Welcome to a discussion about the upcoming 5th Revolution in the US, which I’ve titled the “Revenge Revolution.” For more about the Revenge Revolution and the author, Entry #1 Periodically I write a “sense check” to assess whether a revolution in the US is possible or whether the entire exercise is based on a statistical aberration — i.e., a roughly 50-year cycle between major upheavals in the US Entry #476 was the most recent “sense check.”

BEGIN #479. The recent Republican rants in the House of Representatives about not raising the federal debt ceiling has stimulated other Republican supporters to make equally ill-informed and often comical comments about taxes and the economy. Many of these Republicans claim economics is nothing more than common sense and policies should be developed accordingly.

True, some aspects of economics are common sense.  But many are not.  Now, if the Republican zealots only applied common sense to many of their claims about how the economy works.

The following is a list of some of the more obvious uneducated, politically motivated statements about the economy. The list is in no particular order of importance.

#1 Claim.  Everyone should pay taxes. Many people pay no tax at all, and that’s not fair!

#1 Response.  Yes, some people pay no income tax, including a surprising number of wealthy people.  Most of the wealthy who pay no income tax are likely Republican – e.g., Donald J Trump who paid no income tax for many years.  Further, many corporations pay no income tax either, even those making substantial profits.

The claim that people don’t pay tax assumes income tax is the only form of tax. Apparently, Republicans have forgotten that sales taxes, usage fees, excise taxes, property taxes, et al are real taxes.  Taxes other than income taxes are generally highly regressive.  Since lower-income people spent a much higher percentage of their income, sales taxes become a greater proportion of income than high-income earners.  Same with property taxes.  While technically not a tax, lower-income earners also pay a higher percentage of income for FICA and Medicare. 

#2 Claim.  The US needs to cut back on payments for Social Security and Medicare.  The programs are nothing but handouts.

#2 Response.  The claim implies payments for Social Security and Medicare are not linked to any contribution by participants.  Social Security and Medicare are insurance programs. One can argue whether the premiums charged are adequate and possibly should be increased for some groups – extending FICA contributions to all wages, for example.  However, the programs are not without funding from the recipients.

When hard-core Republicans face possible economic consequences from tax changes, they seem to squeal like little piggies.  When Trump was declared the winner in the 2016 presidential election, a longtime friend, and ardent Trump supporter, immediately sent out an email encouraging  everyone to write their representatives in Congress and remind them to not reduce any payments for Social Security and Medicare.  Let’s see if I get this right.  Vote for Trump, a candidate who wanted to cut Social Security and Medicare, then immediately write House Reps and Senators to not Implement a major policy because their personal finances would be affected.  What class in Logic 101 did I miss?

#3 Claim.  The US can’t afford all the debt. We’re going to become like Venezuela.

#3 Response.  Obviously, the Fox News talking heads have been the source of this information. For Republicans, the US debt only matters when a Democrat is in office.  No Republicans squawked when Trump proposed a huge tax cut that every credible economic forecaster predicted would increase the deficit.  I guess the cat got Republicans’ tongues.  And the forecasters were right.  Just four years of the Trump administration generated about 25% of the total national debt.  The effect of the Trump tax cut continues to increase the deficit.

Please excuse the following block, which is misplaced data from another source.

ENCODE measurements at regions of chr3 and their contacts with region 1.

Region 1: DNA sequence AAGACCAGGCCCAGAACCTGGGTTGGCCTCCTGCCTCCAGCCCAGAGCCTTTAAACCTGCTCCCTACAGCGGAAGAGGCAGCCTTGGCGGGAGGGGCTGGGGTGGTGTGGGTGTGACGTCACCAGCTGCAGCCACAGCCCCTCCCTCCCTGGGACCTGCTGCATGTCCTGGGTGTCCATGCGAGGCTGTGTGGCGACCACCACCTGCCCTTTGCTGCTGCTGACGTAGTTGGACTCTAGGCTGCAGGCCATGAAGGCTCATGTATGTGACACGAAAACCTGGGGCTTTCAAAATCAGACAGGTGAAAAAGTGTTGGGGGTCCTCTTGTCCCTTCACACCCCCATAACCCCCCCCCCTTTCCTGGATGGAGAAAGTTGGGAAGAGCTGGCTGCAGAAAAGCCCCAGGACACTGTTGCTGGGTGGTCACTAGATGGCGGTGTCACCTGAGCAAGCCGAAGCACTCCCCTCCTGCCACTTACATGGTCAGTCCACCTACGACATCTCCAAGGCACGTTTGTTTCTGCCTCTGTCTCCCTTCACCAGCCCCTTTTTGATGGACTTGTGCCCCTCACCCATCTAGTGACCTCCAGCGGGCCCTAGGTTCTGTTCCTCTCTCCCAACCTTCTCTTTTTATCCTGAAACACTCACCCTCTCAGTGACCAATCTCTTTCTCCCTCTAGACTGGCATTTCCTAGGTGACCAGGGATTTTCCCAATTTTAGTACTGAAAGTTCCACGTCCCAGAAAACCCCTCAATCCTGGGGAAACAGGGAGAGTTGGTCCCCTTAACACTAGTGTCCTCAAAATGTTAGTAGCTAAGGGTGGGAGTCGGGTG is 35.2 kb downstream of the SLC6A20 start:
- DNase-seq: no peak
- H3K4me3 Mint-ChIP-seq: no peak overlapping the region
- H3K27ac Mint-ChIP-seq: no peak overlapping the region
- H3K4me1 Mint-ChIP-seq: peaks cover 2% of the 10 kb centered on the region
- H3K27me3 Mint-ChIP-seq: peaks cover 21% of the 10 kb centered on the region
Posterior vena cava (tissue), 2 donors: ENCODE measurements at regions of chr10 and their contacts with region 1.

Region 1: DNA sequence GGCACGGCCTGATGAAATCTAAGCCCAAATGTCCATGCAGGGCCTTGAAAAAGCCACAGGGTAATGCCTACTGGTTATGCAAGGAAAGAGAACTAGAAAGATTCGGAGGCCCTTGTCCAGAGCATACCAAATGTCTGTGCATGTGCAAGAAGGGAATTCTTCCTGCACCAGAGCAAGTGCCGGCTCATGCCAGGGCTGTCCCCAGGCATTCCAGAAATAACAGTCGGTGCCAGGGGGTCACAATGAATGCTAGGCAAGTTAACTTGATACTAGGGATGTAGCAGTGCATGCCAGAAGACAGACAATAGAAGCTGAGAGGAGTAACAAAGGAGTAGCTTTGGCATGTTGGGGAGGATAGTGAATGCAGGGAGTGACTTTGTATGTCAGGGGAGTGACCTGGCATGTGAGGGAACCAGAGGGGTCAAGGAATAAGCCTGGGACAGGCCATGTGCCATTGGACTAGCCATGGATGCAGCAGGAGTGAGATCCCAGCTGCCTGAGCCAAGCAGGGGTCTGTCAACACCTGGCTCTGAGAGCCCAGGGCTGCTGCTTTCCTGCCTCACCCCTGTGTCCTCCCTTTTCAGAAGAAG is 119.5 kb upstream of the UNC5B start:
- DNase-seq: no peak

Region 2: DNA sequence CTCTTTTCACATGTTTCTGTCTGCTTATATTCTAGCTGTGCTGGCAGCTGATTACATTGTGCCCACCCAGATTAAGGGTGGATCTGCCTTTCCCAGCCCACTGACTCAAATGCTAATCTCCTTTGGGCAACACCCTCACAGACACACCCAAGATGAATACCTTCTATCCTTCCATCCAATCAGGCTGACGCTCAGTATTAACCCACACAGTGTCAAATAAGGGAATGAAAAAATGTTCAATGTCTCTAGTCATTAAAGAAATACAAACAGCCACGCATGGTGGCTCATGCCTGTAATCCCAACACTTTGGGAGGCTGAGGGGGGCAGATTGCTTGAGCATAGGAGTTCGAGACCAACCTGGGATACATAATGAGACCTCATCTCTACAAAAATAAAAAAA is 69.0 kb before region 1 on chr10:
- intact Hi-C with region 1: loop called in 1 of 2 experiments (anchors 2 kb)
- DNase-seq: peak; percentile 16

When reviewing the debt, one should look at total debt as a percentage of income and ideally as a percentage of wealth.  For the US, at a minimum view debt as a % of GDP. 

When you ask one of the “no-debt” zealots if they ever bought a house, most reply, “of course.“  Follow that question with, “Did you ever take out a mortgage?” The response is again, “Of course. Otherwise, I couldn’t afford to buy the house.”  The final question, “What was the amount of the mortgage compared to your annual income?”  The response is usually along the lines of, “Probably three times or more than my income. What’s the issue?” 

Well, zealot, your debt, i.e., your mortgage, was far greater than your annual income. Why are you so concerned that the US government, which has a much lower debt relative to its annual income, is going to go broke?  You’re the one who says the country should be run like a private household. 

Also, mmm, zealot, why did debt as a % of GDP balloon under Trump?  Did I miss another class in Logic 101?

#4 Claim.  The tax rate is too high! The wealthy people pay all the taxes. There should be a flat tax.

#4 Response.  What do you think the effective tax rate is by income group?  What percentage of income is paid in taxes for lower-income groups, middle and higher-income groups?  The tax burden is not just income tax but all taxes – sales tax, property taxes, etc.  And don’t claim that renters don’t pay property taxes.  Landlords pass the tax on to renters and likely more.

Gee, zealot, looking at tax burden by group indicates that the tax rate is surprisingly flat across all groups. Lower-income people pay a disproportionate amount of sales and property taxes as a percentage of income. The total for lower-income groups is almost 20% of income.  The highest groups are about 30%.  And these calculations were before the Trump tax cut which lowered taxes on the wealthy.

More to come. End #479.

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